Robotic learning of force-based industrial manipulation tasks
thesisposted on 27.06.2019 by Ali Al-Yacoub
In order to distinguish essays and pre-prints from academic theses, we have a separate category. These are often much longer text based documents than a paper.
Even with the rapid technological advancements, robots are still not the most comfortable machines to work with. Firstly, due to the separation of the robot and human workspace which imposes an additional financial burden. Secondly, due to the significant re-programming cost in case of changing products, especially in Small and Medium-sized Enterprises (SMEs). Therefore, there is a significant need to reduce the programming efforts required to enable robots to perform various tasks while sharing the same space with a human operator. Hence, the robot must be equipped with a cognitive and perceptual capabilities that facilitate human-robot interaction. Humans use their various senses to perform tasks such as vision, smell and taste. One sense
that plays a significant role in human activity is ’touch’ or ’force’. For example, holding a cup of tea, or making fine adjustments while inserting a key requires haptic information to achieve the task successfully. In all these examples, force and torque data are crucial for the successful completion of the activity. Also, this information implicitly conveys data about contact force, object stiffness, and many others. Hence, a deep understanding of the execution of such events can bridge the gap between humans and robots. This thesis is being directed to equip an industrial robot with the ability to deal with force perceptions and then learn force-based tasks using Learning from Demonstration (LfD).
To learn force-based tasks using LfD, it is essential to extract task-relevant features from the force information. Then, knowledge must be extracted and encoded form the task-relevant features. Hence, the captured skills can be reproduced in a new scenario. In this thesis, these elements of LfD were achieved using different approaches based on the demonstrated task. In this thesis, four robotics problems were addressed using LfD framework. The first challenge was to filter out robots’ internal forces (irrelevant signals) using data-driven approach. The second robotics challenge was the recognition of the Contact State (CS) during assembly tasks. To tackle this challenge, a symbolic based approach was proposed, in which a force/torque signals; during demonstrated assembly, the task was encoded as a sequence of symbols. The third challenge was to learn a human-robot co-manipulation task based on LfD. In this case, an ensemble machine learning approach was proposed to capture such a skill. The last challenge in this thesis, was to learn an assembly task by demonstration with the presents of parts geometrical variation. Hence, a new learning approach based on Artificial Potential Field (APF) to learn a Peg-in-Hole (PiH) assembly task which includes no-contact and contact phases. To sum up, this thesis focuses on the use of data-driven approaches to learning force based task in an industrial context. Hence, different machine learning approaches were implemented, developed and evaluated in different scenarios. Then, the performance of these approaches was compared with mathematical modelling based approaches.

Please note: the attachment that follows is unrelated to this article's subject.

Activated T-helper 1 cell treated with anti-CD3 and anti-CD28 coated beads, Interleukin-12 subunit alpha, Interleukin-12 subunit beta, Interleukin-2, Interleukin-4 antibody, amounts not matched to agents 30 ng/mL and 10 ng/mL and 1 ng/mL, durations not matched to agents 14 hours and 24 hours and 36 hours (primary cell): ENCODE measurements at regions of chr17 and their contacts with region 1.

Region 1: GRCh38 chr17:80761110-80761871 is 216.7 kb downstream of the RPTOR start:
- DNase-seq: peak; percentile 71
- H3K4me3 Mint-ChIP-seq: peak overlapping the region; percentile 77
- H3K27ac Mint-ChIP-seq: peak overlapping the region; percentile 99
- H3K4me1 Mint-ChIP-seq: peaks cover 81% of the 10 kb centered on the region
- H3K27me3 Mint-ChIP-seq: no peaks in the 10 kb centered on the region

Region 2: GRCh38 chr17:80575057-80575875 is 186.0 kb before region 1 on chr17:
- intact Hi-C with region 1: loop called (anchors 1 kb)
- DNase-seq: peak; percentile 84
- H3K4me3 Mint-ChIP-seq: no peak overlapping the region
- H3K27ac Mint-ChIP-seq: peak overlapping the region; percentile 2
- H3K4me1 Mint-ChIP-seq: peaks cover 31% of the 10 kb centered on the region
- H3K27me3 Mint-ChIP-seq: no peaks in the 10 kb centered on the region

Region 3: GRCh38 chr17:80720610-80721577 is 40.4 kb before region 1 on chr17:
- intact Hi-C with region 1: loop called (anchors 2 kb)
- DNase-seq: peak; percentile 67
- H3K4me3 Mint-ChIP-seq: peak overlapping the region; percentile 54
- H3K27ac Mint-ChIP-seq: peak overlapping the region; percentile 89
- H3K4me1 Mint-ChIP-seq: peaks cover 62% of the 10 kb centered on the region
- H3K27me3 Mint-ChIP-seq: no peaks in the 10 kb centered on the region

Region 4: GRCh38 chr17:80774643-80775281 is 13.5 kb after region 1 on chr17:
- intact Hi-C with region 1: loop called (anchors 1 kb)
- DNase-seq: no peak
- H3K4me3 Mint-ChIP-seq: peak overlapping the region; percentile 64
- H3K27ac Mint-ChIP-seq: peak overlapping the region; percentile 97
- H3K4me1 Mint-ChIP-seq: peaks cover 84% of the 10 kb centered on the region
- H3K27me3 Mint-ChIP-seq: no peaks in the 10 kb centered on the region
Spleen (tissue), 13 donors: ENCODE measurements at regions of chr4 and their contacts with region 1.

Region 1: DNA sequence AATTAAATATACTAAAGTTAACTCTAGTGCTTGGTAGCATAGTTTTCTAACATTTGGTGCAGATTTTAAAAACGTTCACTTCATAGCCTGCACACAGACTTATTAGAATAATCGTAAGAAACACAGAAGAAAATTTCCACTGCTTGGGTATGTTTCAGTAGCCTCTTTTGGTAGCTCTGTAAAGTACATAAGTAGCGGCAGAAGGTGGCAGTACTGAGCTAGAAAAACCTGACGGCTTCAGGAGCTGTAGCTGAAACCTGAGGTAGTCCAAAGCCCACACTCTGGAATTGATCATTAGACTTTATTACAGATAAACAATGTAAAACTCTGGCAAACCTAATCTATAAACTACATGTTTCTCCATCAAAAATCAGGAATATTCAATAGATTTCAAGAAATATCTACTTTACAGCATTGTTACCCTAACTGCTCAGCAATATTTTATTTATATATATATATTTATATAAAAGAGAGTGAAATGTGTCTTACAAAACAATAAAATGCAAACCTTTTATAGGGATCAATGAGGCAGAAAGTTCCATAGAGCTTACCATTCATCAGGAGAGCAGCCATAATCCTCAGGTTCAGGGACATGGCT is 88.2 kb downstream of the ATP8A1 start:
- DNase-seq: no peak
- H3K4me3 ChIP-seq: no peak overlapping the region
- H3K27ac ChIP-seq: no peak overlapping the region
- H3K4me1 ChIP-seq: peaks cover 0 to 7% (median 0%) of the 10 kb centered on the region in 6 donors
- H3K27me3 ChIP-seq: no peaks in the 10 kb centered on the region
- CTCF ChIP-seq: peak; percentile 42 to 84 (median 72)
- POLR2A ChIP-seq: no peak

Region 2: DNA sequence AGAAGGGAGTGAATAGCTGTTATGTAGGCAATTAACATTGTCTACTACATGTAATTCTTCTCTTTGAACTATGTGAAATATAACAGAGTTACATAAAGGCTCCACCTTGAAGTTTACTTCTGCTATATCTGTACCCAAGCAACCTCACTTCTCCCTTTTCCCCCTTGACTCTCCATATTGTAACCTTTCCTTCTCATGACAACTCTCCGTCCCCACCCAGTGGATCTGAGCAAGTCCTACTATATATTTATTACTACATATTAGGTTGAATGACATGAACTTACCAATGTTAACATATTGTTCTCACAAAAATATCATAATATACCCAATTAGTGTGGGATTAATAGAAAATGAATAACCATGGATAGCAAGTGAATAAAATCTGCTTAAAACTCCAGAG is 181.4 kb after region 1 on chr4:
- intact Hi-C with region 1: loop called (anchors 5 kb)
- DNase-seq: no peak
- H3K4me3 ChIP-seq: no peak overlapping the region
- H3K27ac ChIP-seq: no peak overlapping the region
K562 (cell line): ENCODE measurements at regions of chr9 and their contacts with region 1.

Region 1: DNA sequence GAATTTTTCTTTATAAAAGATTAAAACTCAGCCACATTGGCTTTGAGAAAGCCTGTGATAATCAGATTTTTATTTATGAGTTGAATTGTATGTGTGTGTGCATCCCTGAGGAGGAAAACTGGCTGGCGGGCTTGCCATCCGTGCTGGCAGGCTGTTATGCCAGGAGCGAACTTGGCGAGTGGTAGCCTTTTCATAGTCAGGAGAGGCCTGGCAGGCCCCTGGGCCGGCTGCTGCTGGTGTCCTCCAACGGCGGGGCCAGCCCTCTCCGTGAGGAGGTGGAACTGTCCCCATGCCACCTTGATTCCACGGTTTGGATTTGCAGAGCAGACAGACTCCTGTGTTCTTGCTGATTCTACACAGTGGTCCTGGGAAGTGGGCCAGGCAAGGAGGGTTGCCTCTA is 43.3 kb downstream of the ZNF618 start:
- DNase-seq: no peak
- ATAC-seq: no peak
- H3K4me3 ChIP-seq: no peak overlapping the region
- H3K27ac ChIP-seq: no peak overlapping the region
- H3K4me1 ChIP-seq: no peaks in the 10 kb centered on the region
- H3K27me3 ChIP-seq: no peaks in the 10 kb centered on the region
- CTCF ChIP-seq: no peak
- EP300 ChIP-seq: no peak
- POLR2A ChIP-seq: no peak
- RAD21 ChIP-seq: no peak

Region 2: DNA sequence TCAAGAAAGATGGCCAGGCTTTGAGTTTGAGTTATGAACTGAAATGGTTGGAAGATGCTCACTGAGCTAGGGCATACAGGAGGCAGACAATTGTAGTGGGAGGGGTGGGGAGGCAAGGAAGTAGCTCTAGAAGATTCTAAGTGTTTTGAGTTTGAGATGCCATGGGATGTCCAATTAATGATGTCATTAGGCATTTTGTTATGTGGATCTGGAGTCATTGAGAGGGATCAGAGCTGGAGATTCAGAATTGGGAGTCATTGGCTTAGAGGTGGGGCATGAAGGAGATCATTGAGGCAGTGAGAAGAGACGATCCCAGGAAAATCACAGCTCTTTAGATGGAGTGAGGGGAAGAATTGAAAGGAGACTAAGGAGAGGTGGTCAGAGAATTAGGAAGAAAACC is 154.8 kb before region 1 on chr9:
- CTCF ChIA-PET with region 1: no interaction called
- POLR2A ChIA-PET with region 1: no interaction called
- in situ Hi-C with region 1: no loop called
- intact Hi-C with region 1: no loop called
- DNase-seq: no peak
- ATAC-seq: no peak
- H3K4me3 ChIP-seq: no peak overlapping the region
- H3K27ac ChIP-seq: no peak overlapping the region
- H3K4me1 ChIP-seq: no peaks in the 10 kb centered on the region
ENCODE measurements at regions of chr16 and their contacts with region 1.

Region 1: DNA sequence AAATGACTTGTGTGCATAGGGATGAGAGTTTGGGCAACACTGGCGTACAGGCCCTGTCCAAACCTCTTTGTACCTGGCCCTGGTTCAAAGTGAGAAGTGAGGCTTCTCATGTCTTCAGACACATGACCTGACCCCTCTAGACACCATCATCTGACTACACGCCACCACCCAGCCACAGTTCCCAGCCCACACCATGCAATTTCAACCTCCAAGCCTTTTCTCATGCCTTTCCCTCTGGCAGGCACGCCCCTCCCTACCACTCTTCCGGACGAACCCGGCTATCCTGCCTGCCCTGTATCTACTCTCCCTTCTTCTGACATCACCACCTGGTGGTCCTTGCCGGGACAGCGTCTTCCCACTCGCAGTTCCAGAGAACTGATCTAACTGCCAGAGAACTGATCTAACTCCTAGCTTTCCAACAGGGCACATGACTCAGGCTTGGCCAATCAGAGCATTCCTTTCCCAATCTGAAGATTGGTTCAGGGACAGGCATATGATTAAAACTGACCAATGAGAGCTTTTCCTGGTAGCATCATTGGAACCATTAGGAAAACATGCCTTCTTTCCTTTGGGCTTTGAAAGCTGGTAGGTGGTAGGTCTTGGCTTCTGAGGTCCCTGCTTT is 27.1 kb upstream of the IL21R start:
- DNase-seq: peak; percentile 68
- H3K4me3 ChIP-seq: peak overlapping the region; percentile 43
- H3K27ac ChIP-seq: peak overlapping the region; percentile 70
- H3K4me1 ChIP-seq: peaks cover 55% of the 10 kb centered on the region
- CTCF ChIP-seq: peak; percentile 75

EPSRC Centre for Innovative Manufacturing in Intelligent Automation
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